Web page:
The cybersecurity threat continues to worsen. In the first half of 2018, the number of cyber breaches soared over 140% from a year earlier, leading to 33 billion compromised data records worldwide, reports Gemalto, an international data security company.
Small and medium-sized businesses (SMBs) are increasingly targeted and many are realising that they are viewed as attractive a target as the larger companies. Cisco’s 2018 SMB Cybersecurity Report found that 53% of mid-market companies in 26 countries experienced a breach.
Read more about the growing cyber threat for SMBs and learn how small companies can protect themselves in 2019, on Information Age.
Ransomware continues to dominate the cyberthreat landscape for small- and medium-sized businesses (SMBs), according to a report from Datto. Ransomware was the no. 1 cyberattack experienced by SMBs in 2018, with companies facing these attacks more than viruses or spyware.
The report surveyed 2,400 managed service providers (MSPs) that provide IT support for half a million SMBs globally. It found that ransomware attacks occur frequently, and are expected to increase. More than 55% of those surveyed said their clients experienced a ransomware attack in the first six months of 2018, and 35% said their clients were attacked multiple times in the same day. Some 92% of MSPs said they predict the number of attacks will continue at current or increased rates, the report found.
Read more about the findings of the Datto report on TechRepublic.
More than half (52%) of online SMBs globally worry that the move to frictionless payments, such as transactions that take place behind the scenes in apps, is leaving them more open to fraud and will negatively impact revenues according to a new report from Paysafe.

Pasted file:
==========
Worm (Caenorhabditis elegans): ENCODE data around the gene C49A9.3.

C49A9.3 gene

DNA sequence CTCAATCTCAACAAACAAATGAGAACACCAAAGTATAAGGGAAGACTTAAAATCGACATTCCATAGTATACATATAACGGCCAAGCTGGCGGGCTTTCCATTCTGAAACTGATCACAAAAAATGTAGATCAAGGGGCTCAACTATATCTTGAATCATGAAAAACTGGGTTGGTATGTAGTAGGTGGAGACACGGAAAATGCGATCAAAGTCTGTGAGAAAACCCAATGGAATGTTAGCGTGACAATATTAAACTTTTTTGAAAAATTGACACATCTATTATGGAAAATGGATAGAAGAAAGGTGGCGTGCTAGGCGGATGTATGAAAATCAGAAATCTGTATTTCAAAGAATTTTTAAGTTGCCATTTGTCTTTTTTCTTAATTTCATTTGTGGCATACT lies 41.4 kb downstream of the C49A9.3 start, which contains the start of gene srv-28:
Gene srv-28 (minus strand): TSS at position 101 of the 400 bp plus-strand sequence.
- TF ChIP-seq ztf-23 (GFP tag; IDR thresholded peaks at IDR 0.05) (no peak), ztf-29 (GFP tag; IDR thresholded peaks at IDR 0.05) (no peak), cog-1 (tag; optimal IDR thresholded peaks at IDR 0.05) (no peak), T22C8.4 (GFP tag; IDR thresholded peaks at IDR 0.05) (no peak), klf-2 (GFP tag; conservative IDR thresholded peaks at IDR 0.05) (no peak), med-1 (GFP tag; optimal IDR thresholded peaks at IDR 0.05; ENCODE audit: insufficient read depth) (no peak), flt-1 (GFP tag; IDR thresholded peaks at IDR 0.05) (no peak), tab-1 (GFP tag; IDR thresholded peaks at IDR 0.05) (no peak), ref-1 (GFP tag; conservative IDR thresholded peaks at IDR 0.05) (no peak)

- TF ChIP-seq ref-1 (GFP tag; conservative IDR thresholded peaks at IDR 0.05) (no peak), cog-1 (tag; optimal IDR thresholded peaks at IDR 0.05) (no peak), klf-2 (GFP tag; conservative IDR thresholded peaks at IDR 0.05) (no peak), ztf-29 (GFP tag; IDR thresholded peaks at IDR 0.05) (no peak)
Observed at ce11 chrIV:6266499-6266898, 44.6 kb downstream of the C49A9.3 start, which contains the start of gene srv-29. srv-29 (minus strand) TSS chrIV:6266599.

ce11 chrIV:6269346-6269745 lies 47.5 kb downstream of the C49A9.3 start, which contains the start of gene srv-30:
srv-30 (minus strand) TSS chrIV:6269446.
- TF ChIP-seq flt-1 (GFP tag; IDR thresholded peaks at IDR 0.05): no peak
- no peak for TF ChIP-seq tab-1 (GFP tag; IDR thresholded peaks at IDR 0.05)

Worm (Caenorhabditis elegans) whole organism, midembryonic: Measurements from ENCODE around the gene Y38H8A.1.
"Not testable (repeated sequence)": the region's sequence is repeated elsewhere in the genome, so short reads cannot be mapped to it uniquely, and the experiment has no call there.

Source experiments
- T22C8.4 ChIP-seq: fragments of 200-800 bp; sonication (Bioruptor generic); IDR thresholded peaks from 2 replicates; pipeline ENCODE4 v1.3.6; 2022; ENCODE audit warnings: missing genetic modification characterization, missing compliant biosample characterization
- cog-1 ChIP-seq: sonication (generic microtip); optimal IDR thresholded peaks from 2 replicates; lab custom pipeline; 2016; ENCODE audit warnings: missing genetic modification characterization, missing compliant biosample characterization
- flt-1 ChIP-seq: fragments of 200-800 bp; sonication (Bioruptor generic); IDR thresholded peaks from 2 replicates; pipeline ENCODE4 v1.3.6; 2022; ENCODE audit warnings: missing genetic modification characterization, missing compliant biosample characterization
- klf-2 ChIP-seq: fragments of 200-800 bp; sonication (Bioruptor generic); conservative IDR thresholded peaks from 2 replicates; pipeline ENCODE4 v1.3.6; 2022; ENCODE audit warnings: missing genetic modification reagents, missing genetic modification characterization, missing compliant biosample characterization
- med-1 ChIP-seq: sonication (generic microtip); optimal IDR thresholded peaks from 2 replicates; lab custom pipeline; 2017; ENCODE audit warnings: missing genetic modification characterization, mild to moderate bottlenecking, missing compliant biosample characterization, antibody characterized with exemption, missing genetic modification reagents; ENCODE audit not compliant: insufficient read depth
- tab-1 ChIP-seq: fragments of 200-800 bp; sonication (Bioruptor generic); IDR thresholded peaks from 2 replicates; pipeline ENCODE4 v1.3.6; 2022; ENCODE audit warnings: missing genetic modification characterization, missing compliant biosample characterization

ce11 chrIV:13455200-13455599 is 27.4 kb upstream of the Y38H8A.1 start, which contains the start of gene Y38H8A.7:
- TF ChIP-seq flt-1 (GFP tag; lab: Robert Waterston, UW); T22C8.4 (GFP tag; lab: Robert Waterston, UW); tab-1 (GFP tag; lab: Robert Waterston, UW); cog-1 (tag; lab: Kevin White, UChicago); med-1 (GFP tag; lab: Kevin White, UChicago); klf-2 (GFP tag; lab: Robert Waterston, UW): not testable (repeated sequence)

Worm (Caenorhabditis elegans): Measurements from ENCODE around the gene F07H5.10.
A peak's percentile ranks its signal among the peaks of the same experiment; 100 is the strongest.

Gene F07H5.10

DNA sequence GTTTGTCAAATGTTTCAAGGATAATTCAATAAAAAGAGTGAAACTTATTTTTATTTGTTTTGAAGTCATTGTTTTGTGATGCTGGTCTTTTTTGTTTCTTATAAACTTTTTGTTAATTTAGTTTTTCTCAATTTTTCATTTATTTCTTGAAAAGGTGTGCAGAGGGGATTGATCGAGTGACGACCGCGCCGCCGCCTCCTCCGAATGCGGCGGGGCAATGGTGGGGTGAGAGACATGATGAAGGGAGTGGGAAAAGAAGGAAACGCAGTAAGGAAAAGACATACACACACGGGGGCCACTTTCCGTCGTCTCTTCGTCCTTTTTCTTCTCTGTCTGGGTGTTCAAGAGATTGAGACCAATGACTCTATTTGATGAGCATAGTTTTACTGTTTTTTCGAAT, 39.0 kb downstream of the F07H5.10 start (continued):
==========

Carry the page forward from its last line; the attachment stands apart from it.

In the UK this concern is heightened by the fact that 66% of SMBs believe they are being more aggressively targeted by fraudsters now compared to a year ago and 43% consider card fraud an increasing challenge. These concerns mean SMBs across the globe now view security as the most important factor when considering their eCommerce setup.
Small businesses in the UK are the target of an estimated 65,000 attempted cyber attacks each day, according to figures released by Hiscox to help raise awareness of the prevalence of cyber crime.
Cyber security incidents cost the average small business £25,700 (over $33,700) last year in direct costs, including ransoms paid and hardware replaced, in addition to indirect damage such as the impact on reputation or loss of customers. The insurer estimated the hacking figures based on tests which monitor, in real-time, the total number of attempted attacks on three “honeypot” computer systems typical of those used by small firms.
Read more about the findings of the new Hiscox report on The Scotsman.
Cyberattacks on big companies often make headlines, but some 43% of all cyberattacks actually target SMBs, according to data compiled by SCORE. Macro malware is the most impactful form of cybercrime affecting SMBs currently, according to a press release announcing the findings.
In 2017 alone, SMBs faced 113,000 incidents of macro malware, the release said. Macro malware is often found in malicious email attachments, appearing as a word processing document or similarly familiar type of file.
Read more about the findings of the new SCORE report on TechRepublic.